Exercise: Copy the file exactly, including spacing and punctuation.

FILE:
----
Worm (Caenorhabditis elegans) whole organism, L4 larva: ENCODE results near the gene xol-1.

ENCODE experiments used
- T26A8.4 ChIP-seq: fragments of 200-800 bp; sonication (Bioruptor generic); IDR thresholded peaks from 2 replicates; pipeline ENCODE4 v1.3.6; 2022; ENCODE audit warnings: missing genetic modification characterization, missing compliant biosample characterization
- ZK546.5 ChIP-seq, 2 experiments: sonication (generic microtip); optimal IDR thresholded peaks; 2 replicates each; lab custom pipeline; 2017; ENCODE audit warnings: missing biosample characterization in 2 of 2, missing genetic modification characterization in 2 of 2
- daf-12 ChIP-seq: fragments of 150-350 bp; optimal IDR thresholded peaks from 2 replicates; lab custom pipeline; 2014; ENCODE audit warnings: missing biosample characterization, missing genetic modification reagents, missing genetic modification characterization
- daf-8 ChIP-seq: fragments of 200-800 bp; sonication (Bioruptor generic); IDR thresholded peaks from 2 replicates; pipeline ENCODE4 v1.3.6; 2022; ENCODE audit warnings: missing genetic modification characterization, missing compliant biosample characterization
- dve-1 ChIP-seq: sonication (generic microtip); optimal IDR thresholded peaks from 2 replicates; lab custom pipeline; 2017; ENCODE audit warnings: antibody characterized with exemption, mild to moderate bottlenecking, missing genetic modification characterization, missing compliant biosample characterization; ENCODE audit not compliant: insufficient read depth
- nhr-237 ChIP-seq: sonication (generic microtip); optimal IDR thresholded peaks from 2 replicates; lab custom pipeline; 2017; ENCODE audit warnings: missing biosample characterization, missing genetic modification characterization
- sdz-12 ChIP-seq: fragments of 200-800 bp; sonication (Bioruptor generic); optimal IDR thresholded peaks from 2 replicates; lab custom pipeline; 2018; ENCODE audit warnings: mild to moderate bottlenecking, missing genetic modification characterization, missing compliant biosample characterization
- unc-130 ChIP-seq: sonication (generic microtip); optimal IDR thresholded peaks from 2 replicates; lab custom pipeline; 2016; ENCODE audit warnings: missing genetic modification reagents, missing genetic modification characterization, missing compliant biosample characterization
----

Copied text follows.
Worm (Caenorhabditis elegans) whole organism, L4 larva: ENCODE results near the gene xol-1.

ENCODE experiments used
- T26A8.4 ChIP-seq: fragments of 200-800 bp; sonication (Bioruptor generic); IDR thresholded peaks from 2 replicates; pipeline ENCODE4 v1.3.6; 2022; ENCODE audit warnings: missing genetic modification characterization, missing compliant biosample characterization
- ZK546.5 ChIP-seq, 2 experiments: sonication (generic microtip); optimal IDR thresholded peaks; 2 replicates each; lab custom pipeline; 2017; ENCODE audit warnings: missing biosample characterization in 2 of 2, missing genetic modification characterization in 2 of 2
- daf-12 ChIP-seq: fragments of 150-350 bp; optimal IDR thresholded peaks from 2 replicates; lab custom pipeline; 2014; ENCODE audit warnings: missing biosample characterization, missing genetic modification reagents, missing genetic modification characterization
- daf-8 ChIP-seq: fragments of 200-800 bp; sonication (Bioruptor generic); IDR thresholded peaks from 2 replicates; pipeline ENCODE4 v1.3.6; 2022; ENCODE audit warnings: missing genetic modification characterization, missing compliant biosample characterization
- dve-1 ChIP-seq: sonication (generic microtip); optimal IDR thresholded peaks from 2 replicates; lab custom pipeline; 2017; ENCODE audit warnings: antibody characterized with exemption, mild to moderate bottlenecking, missing genetic modification characterization, missing compliant biosample characterization; ENCODE audit not compliant: insufficient read depth
- nhr-237 ChIP-seq: sonication (generic microtip); optimal IDR thresholded peaks from 2 replicates; lab custom pipeline; 2017; ENCODE audit warnings: missing biosample characterization, missing genetic modification characterization
- sdz-12 ChIP-seq: fragments of 200-800 bp; sonication (Bioruptor generic); optimal IDR thresholded peaks from 2 replicates; lab custom pipeline; 2018; ENCODE audit warnings: mild to moderate bottlenecking, missing genetic modification characterization, missing compliant biosample characterization
- unc-130 ChIP-seq: sonication (generic microtip); optimal IDR thresholded peaks from 2 replicates; lab custom pipeline; 2016; ENCODE audit warnings: missing genetic modification reagents, missing genetic modification characterization, missing compliant biosample characterization